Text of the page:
David Brust, Class of 2022, Belmont Law
On Wednesday, March 9, 2022, Bankruptcy Judge Robert Drain gave tentative approval to the Purdue Pharma bankruptcy settlement. Members of the Sackler family, who founded Purdue Pharma (the creator of OxyContin), are set to pay an estimate $5.5 billion to $6 billion as part of the settlement. The money is to mainly go towards fighting the opioid crisis in the United States. However, $750 million is set to go directly to victims or their surviving family members. Another key element of the settlement is that Sackler family members are protected from any future civil lawsuits over opioids, however, they are not immune from any potential criminal charges. Thus far, no member of the Sackler family has ever been charged with a crime related to the opioid crisis and there has been no indication that charges are coming any time soon. Although, Purdue Pharma twice plead guilty to criminal charges and currently seven U.S. senators have asked the Department of Justice to consider charges against members of the Sackler family.
The next day, on March 10, 2022, several victims of the opioid crisis and their family members had an opportunity to directly address the Sackler family in court via zoom. Several people gave detailed accounts to Richard, David, and Theresa Sackler about how OxyContin and other opioids impacted their lives. One victim gave an account of how she was told her she could have a healthy baby while still taking OxyContin. However, her daughter was born with “physical, developmental, and emotional difficulties,” something the settlement seeks to address by dedicating over $100 million for “medical monitory and payments for children born in withdrawal from opioids.” Members of the Sackler family were not allowed to reply to the victim testimony directly. However, Richard Sackler, Purdue Pharma’s former president and board chair, maintains that neither Purdue Pharma nor his family have any responsibility for the opioid crisis. The settlement still requires approval from other courts before it goes into effect.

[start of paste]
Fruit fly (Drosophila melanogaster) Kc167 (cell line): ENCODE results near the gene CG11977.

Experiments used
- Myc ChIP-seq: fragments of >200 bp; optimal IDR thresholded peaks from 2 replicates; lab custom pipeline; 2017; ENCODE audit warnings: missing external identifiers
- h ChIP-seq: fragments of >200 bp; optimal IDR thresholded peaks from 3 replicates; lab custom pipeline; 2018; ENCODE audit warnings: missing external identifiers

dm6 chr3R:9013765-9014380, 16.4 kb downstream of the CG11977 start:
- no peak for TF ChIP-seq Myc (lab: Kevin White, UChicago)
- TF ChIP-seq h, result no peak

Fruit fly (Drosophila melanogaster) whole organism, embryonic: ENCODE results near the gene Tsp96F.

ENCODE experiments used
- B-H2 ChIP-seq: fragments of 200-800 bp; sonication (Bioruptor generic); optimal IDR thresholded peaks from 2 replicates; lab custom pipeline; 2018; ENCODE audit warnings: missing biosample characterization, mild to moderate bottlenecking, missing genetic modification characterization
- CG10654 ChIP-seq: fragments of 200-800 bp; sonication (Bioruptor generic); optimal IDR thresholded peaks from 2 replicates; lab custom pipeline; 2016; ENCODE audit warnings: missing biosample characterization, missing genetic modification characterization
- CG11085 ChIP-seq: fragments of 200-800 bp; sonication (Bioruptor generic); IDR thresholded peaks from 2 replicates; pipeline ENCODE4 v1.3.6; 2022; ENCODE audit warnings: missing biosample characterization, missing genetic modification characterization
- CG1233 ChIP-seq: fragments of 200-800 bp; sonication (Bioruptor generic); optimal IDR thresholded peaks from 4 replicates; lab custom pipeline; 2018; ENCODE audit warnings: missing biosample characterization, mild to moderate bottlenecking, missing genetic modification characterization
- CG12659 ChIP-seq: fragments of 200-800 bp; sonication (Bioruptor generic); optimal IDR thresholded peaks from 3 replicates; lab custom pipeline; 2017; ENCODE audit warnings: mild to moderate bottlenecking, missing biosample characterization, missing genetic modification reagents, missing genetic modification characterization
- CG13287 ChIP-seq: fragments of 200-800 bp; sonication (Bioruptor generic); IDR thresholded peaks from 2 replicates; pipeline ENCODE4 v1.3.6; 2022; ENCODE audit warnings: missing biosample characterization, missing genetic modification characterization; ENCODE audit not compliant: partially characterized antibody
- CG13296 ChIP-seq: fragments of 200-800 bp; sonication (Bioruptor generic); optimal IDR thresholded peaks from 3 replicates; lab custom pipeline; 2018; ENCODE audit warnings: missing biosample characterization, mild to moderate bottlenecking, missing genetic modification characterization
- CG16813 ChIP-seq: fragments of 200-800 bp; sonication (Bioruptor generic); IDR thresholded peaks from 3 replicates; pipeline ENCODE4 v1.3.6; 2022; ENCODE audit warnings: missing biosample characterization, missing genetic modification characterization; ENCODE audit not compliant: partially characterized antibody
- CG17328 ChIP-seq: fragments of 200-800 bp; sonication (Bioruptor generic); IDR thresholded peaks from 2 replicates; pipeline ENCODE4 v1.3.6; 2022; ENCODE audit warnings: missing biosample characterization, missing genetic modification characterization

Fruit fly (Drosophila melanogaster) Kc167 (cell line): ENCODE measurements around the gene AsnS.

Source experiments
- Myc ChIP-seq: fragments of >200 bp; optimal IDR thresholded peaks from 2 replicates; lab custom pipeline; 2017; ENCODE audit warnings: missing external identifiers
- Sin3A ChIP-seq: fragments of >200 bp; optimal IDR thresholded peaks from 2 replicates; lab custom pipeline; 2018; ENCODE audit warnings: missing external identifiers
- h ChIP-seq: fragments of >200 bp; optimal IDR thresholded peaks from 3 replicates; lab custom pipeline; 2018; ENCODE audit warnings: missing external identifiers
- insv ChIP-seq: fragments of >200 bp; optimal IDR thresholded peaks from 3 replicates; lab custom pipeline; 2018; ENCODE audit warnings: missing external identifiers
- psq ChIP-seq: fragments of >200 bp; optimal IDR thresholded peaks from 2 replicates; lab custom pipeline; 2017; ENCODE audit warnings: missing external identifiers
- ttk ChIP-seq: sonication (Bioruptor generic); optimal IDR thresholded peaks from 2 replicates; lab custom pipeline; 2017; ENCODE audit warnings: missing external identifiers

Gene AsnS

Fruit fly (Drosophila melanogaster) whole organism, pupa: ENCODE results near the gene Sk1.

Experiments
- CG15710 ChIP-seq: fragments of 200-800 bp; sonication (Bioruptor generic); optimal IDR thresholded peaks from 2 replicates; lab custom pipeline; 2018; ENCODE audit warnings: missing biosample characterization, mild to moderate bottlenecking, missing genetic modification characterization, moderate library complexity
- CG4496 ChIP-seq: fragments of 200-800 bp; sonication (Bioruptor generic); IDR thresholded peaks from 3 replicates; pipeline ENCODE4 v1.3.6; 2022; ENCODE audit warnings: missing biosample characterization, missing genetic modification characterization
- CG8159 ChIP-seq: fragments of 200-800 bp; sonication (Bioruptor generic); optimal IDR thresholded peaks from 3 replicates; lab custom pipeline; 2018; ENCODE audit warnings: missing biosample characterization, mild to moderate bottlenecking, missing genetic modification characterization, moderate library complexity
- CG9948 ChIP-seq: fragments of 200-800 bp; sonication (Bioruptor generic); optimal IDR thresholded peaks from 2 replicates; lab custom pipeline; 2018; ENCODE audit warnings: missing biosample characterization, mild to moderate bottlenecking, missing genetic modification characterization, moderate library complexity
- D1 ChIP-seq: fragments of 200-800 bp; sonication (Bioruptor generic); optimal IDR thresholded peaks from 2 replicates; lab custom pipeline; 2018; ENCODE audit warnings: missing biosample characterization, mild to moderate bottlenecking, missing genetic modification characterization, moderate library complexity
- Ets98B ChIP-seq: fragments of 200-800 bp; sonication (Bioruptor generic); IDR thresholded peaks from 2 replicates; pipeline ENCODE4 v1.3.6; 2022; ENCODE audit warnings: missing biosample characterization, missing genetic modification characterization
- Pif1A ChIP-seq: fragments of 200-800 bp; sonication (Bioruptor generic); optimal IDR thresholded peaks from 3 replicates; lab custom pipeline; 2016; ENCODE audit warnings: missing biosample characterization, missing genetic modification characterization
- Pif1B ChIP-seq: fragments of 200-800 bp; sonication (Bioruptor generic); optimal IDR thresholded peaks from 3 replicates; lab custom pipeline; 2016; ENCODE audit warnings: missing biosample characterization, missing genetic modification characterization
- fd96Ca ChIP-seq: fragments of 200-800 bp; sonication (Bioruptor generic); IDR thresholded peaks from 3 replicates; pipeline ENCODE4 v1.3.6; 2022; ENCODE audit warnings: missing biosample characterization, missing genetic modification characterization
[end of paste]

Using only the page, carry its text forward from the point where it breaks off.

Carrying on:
In other news, Kathy Hochul, the Governor of New York, announced that New York will contribute up to $1 million to combat the opioid crisis. The program is partially funded through a federal State Opioid Response grant. The money will go to the Opioid treatment program whose providers will establish “mobile medication units (MMUs) to provide medications such as methadone and buprenorphine, to treat substance abuse disorders.” Other services offered by these MMUs include “admission assessments, medication induction, medication administration and observation, toxicology tests, and other substance abuse disorder related medical services.” Recently, the DEA finalized regulations to MMUs, so their prevalence should increase within the next few years. Providers hope that MMUs will increase access to treatment for substance abuse disorders. MMUs allow greater flexibility in providing substance abuse treatment because the units can go directly to places such as homeless shelters and tent cities that have many people with a substance abuse disorder. Thus, MMU programs such as New York’s should be able to provide health care and treatment to those most in need and help to get the opioid crisis under control.